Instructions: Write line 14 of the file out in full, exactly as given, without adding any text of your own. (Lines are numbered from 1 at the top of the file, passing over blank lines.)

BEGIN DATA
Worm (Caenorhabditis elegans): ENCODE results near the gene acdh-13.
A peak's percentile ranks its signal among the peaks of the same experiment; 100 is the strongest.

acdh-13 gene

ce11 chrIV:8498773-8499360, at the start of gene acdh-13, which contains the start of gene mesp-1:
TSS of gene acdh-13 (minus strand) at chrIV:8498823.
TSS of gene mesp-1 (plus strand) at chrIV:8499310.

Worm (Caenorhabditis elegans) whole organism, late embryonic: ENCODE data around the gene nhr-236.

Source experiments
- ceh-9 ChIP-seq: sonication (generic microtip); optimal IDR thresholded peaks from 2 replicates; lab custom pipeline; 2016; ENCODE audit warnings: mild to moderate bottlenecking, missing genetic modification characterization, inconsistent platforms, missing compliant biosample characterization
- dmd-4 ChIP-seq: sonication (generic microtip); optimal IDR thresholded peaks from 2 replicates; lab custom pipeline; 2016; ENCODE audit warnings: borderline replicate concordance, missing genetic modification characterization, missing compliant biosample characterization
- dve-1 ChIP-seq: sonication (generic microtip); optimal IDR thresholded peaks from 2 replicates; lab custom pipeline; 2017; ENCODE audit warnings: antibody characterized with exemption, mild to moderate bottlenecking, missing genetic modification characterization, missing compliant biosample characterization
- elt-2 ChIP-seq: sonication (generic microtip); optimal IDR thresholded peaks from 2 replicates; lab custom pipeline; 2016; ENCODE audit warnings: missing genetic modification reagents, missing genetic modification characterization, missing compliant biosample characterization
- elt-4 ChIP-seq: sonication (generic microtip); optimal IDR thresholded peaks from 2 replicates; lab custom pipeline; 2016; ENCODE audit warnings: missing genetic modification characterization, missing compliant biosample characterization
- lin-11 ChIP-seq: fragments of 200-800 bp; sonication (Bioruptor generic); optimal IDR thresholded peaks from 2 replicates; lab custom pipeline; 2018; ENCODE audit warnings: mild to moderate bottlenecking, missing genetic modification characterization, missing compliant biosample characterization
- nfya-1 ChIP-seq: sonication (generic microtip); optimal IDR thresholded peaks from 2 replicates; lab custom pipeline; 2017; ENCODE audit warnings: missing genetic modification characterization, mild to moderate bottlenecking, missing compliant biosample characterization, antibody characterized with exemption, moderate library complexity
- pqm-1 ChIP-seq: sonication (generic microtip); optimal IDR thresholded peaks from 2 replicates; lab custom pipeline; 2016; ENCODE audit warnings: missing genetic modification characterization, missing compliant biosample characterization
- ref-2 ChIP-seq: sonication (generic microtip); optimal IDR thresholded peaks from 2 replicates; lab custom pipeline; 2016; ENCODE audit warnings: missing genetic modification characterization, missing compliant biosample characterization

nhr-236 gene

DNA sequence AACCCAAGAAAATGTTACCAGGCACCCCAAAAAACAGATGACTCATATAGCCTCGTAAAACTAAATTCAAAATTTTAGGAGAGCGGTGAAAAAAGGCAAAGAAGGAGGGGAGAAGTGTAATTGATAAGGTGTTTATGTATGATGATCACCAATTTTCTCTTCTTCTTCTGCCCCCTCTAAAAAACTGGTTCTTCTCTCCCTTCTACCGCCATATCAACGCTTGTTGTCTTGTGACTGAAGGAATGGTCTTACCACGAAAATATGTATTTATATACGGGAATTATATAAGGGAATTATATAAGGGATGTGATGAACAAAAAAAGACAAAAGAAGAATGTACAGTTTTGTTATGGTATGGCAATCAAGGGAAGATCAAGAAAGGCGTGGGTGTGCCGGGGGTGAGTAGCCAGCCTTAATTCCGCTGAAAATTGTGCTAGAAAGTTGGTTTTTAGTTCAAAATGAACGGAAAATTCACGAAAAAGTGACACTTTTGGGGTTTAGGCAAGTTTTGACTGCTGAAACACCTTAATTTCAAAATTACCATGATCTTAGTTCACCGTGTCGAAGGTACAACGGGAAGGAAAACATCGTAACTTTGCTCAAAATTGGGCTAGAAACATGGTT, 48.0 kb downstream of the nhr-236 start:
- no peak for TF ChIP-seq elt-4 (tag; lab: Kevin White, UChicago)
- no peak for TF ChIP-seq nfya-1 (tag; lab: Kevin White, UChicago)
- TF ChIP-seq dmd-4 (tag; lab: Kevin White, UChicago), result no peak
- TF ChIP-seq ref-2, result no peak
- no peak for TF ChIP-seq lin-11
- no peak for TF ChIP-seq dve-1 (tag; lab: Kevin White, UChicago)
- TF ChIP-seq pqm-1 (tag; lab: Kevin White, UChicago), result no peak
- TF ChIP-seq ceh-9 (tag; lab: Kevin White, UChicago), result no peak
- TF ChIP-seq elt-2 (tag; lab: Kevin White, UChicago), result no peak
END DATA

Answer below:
- lin-11 ChIP-seq: fragments of 200-800 bp; sonication (Bioruptor generic); optimal IDR thresholded peaks from 2 replicates; lab custom pipeline; 2018; ENCODE audit warnings: mild to moderate bottlenecking, missing genetic modification characterization, missing compliant biosample characterization